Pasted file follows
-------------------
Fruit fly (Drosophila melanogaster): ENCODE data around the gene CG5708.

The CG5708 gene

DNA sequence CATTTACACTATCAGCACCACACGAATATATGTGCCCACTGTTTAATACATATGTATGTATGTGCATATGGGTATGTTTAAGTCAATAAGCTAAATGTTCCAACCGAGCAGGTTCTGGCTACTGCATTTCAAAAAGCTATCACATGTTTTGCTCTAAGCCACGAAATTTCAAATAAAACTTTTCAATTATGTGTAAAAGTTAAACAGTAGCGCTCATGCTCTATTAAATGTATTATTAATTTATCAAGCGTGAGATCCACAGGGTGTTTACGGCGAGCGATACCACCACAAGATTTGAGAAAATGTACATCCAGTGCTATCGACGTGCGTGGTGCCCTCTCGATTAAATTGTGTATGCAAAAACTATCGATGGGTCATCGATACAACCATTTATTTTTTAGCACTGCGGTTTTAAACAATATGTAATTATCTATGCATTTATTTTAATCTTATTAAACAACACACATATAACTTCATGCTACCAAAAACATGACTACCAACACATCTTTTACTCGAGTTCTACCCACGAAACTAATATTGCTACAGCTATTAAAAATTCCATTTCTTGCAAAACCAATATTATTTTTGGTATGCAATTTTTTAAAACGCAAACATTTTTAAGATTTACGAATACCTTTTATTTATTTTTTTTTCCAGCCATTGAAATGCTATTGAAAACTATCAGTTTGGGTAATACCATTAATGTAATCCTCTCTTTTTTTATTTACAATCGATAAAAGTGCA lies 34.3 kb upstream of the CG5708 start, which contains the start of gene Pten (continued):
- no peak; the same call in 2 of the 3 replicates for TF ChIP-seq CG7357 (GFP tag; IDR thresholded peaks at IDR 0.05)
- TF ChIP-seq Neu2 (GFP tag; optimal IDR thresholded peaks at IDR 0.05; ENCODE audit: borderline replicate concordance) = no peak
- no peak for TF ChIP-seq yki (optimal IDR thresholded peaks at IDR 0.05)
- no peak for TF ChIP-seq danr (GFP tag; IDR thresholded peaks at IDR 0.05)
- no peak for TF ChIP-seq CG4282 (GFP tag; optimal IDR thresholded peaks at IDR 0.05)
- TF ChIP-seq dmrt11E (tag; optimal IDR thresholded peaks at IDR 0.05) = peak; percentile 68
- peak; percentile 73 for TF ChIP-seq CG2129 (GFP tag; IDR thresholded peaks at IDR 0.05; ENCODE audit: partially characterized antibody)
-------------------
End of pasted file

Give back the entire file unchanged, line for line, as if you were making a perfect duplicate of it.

Fruit fly (Drosophila melanogaster): ENCODE data around the gene CG5708.

The CG5708 gene

DNA sequence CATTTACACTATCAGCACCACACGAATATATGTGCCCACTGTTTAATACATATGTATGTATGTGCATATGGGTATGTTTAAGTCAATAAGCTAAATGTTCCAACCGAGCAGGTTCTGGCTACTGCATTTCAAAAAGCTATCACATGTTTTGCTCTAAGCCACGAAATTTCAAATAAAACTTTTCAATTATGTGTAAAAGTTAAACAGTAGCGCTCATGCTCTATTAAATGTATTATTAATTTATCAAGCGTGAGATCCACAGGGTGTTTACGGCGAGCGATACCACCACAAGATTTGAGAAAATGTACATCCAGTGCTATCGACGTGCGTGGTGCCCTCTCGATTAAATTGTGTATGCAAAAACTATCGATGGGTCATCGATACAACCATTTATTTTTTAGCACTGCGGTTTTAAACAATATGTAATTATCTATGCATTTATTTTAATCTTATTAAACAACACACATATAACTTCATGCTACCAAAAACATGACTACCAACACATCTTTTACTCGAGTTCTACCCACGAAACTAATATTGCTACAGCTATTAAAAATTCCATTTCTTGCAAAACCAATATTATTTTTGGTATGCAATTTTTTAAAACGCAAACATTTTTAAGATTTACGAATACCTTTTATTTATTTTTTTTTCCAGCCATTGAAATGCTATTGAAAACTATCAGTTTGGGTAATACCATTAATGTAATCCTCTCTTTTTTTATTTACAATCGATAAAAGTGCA lies 34.3 kb upstream of the CG5708 start, which contains the start of gene Pten (continued):
- no peak; the same call in 2 of the 3 replicates for TF ChIP-seq CG7357 (GFP tag; IDR thresholded peaks at IDR 0.05)
- TF ChIP-seq Neu2 (GFP tag; optimal IDR thresholded peaks at IDR 0.05; ENCODE audit: borderline replicate concordance) = no peak
- no peak for TF ChIP-seq yki (optimal IDR thresholded peaks at IDR 0.05)
- no peak for TF ChIP-seq danr (GFP tag; IDR thresholded peaks at IDR 0.05)
- no peak for TF ChIP-seq CG4282 (GFP tag; optimal IDR thresholded peaks at IDR 0.05)
- TF ChIP-seq dmrt11E (tag; optimal IDR thresholded peaks at IDR 0.05) = peak; percentile 68
- peak; percentile 73 for TF ChIP-seq CG2129 (GFP tag; IDR thresholded peaks at IDR 0.05; ENCODE audit: partially characterized antibody)